When I was a young girl, I wanted to be a famous ice skater or dancer. But, when I started school, I soon decided that being a teacher would be a fitting career. I loved everything about school. In fact, I loved playing school at home. I wrote out countless worksheets by hand for my two younger brothers, and I expected them to play school after school! That idea for free time did not interest them. But, above all my dreams of being a teacher, were my dreams of being a mother. I loved babies, and like most girls, I fantasized about the day I would marry a handsome, fine man and become a mother.

Randy & Carla Roghair

During high school, I prayed that God would lead me to a Christian man who would eventually become my husband. I met that man, Randy, in the high school study hall when the teacher assigned us seats across from each other. We graduated and went off to college, pursuing our chosen fields. He earned a degree in Business Administration. I graduated from Concordia College, Nebraska, where I earned a degree in elementary education. We married and decided to work a few years before we began our family.

Well, that was a nice plan. But our plans don’t always mesh with God’s. I prayed and prayed to be pregnant to no avail. Sometimes I would be so bold as to ask for a little boy with brown eyes. (I still tease my husband that I married him for his brown eyes). After a year of trying unsuccessfully to conceive, I went to the doctor and was referred to a specialist. Fertility drugs did not work. It was determined that I had endometriosis. My first surgery resulted in the removal of one of my ovaries due to the severity of the disease. But, my doctor encouraged me by saying I could get pregnant with just one ovary. It didn’t happen. Instead, my pain continued to worsen. A second surgery was suggested where the surgeon would remove every visible sign of the disease. He reminded me that endometriosis is similar to cancer in that if even one cell of it was left inside me, it would grow back. And, it did.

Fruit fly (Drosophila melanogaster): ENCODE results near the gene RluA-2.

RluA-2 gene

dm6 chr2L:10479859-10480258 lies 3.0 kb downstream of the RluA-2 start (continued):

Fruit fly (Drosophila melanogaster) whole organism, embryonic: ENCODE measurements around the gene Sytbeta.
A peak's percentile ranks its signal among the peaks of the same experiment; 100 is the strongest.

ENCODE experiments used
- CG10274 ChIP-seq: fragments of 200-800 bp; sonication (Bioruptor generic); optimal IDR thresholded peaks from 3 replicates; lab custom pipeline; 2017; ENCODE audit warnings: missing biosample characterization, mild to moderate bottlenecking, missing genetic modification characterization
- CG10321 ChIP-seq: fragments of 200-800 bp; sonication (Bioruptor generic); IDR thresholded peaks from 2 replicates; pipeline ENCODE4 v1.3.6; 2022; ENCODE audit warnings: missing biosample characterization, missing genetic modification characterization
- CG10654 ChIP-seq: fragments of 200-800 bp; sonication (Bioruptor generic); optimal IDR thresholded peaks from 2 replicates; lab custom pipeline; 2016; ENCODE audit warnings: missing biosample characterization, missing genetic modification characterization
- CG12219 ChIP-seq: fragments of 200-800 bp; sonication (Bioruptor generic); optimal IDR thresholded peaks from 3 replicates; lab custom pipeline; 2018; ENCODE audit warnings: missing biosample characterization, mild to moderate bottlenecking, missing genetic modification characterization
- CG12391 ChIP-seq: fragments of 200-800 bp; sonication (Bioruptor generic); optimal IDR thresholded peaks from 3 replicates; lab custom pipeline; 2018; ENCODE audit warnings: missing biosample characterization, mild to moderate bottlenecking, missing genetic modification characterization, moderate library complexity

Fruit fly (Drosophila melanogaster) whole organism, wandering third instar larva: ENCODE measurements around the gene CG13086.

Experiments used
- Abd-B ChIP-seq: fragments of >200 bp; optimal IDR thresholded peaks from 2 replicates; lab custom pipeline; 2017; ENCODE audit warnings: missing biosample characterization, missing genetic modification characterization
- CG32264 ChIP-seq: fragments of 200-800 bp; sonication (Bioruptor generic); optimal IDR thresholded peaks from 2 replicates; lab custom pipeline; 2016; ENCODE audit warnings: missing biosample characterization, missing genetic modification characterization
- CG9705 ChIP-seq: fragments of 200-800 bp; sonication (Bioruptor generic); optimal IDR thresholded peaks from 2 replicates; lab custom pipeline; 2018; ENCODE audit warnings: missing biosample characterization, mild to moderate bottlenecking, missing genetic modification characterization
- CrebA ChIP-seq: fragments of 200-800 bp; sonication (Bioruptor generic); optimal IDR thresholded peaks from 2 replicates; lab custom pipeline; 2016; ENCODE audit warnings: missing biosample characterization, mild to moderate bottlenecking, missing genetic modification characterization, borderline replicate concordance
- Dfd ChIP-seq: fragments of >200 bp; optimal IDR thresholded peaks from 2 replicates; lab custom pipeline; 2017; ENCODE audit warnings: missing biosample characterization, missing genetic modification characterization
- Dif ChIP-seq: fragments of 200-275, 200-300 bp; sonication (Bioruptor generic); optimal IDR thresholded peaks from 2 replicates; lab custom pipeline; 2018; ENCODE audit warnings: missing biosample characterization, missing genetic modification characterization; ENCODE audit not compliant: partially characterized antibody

After I shared my situation with a neighbor, she suggested that we put our name on the waiting list to adopt through Lutheran Family Service. After praying about it, we did. After approval, we were told that it could take several years. Due to the increased number of abortions, the agency did not have as many babies in need of loving homes as in years past. One of their rules for adoption eligibility was being “involuntarily childless”. In other words, we could adopt once through them.

We continued in our careers. Then one day, we received the long-awaited call that a baby was waiting for us. She was two months old, and we were asked if we could meet her at the foster home and take her home. “Well, absolutely!” was our response. Since I was feeling great physically, we planned her baptism and dinner for our relatives that very weekend. She was a “Gerber baby”, perfect in every way. How I loved dressing her in beautiful dresses from grandma and grandpa, who had all grandsons. Since I valued being an at home mother of young children over my teaching career, I resigned from my job as preschool director at our church and enjoyed every minute of motherhood.